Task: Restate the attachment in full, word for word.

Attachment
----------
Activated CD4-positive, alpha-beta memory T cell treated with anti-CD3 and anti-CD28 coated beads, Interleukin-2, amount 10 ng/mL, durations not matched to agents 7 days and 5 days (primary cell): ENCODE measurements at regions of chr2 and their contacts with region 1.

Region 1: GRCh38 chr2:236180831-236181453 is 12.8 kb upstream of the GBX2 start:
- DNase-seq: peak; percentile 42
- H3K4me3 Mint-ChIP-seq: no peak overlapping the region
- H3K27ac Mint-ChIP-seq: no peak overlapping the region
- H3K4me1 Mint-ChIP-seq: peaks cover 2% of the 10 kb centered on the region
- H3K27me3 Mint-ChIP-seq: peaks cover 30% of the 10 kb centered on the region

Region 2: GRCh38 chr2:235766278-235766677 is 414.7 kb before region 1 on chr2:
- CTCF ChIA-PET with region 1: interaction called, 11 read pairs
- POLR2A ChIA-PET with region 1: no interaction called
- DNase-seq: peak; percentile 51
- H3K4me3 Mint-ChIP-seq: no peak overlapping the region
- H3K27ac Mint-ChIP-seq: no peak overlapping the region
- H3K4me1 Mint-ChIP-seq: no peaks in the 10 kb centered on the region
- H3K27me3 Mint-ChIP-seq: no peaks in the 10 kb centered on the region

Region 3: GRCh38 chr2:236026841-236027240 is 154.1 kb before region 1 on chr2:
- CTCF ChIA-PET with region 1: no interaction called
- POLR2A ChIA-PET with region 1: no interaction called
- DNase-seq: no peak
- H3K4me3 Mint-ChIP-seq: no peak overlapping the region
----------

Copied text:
Activated CD4-positive, alpha-beta memory T cell treated with anti-CD3 and anti-CD28 coated beads, Interleukin-2, amount 10 ng/mL, durations not matched to agents 7 days and 5 days (primary cell): ENCODE measurements at regions of chr2 and their contacts with region 1.

Region 1: GRCh38 chr2:236180831-236181453 is 12.8 kb upstream of the GBX2 start:
- DNase-seq: peak; percentile 42
- H3K4me3 Mint-ChIP-seq: no peak overlapping the region
- H3K27ac Mint-ChIP-seq: no peak overlapping the region
- H3K4me1 Mint-ChIP-seq: peaks cover 2% of the 10 kb centered on the region
- H3K27me3 Mint-ChIP-seq: peaks cover 30% of the 10 kb centered on the region

Region 2: GRCh38 chr2:235766278-235766677 is 414.7 kb before region 1 on chr2:
- CTCF ChIA-PET with region 1: interaction called, 11 read pairs
- POLR2A ChIA-PET with region 1: no interaction called
- DNase-seq: peak; percentile 51
- H3K4me3 Mint-ChIP-seq: no peak overlapping the region
- H3K27ac Mint-ChIP-seq: no peak overlapping the region
- H3K4me1 Mint-ChIP-seq: no peaks in the 10 kb centered on the region
- H3K27me3 Mint-ChIP-seq: no peaks in the 10 kb centered on the region

Region 3: GRCh38 chr2:236026841-236027240 is 154.1 kb before region 1 on chr2:
- CTCF ChIA-PET with region 1: no interaction called
- POLR2A ChIA-PET with region 1: no interaction called
- DNase-seq: no peak
- H3K4me3 Mint-ChIP-seq: no peak overlapping the region